The use of artificial neural networks (ANNs) models has grown considerably over the last decade. One of the difficulties in using ANNs is the fact that in most cases there are several numbers of input variables available. In the past, there was a tendency to use a large number of inputs in ANNs applications. This can have a number of detrimental effects on the network during training and it also requires a greater amount of data to efficiently estimate the connection weights. Additional inputs tend to increase the required time for training and the risk of the training algorithm becoming stuck in a local minimum. A large number of inputs also increases the risk of including spurious variables that merely increase the noise in the forecasts. Consequently, it is important to use an appropriate selection technique of the input variables in order to obtain the smallest number of independent inputs that are useful predictors for the system which is being researched. The aim of this paper is to review techniques that will allow the selection of appropriate model inputs based particularly on mutual information and genetic algorithms.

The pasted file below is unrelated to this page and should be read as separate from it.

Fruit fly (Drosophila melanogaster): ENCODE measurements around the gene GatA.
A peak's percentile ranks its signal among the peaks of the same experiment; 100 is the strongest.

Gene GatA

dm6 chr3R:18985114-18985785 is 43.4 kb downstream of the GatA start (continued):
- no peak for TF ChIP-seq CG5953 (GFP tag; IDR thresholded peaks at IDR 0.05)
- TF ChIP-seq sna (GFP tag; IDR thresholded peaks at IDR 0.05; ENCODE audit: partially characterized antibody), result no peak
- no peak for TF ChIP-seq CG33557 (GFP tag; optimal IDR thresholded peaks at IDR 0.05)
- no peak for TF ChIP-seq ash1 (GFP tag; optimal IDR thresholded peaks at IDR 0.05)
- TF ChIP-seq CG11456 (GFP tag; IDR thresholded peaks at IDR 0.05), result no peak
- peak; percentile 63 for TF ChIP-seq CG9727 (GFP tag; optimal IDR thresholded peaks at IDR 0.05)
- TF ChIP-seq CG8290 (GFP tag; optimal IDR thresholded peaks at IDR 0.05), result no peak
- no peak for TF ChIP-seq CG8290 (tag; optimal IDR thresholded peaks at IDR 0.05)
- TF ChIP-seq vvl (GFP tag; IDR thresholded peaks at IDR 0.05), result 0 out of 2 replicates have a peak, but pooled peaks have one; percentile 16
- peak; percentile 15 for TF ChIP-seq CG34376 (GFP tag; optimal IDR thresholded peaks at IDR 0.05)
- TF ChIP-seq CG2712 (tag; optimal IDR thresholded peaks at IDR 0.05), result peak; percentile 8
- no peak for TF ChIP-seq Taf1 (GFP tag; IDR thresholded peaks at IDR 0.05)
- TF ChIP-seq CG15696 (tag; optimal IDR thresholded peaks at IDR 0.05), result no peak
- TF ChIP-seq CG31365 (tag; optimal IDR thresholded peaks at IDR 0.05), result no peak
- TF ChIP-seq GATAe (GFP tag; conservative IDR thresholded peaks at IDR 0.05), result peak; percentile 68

|Neural Computing & Applications
|Published - 1 Jan 2009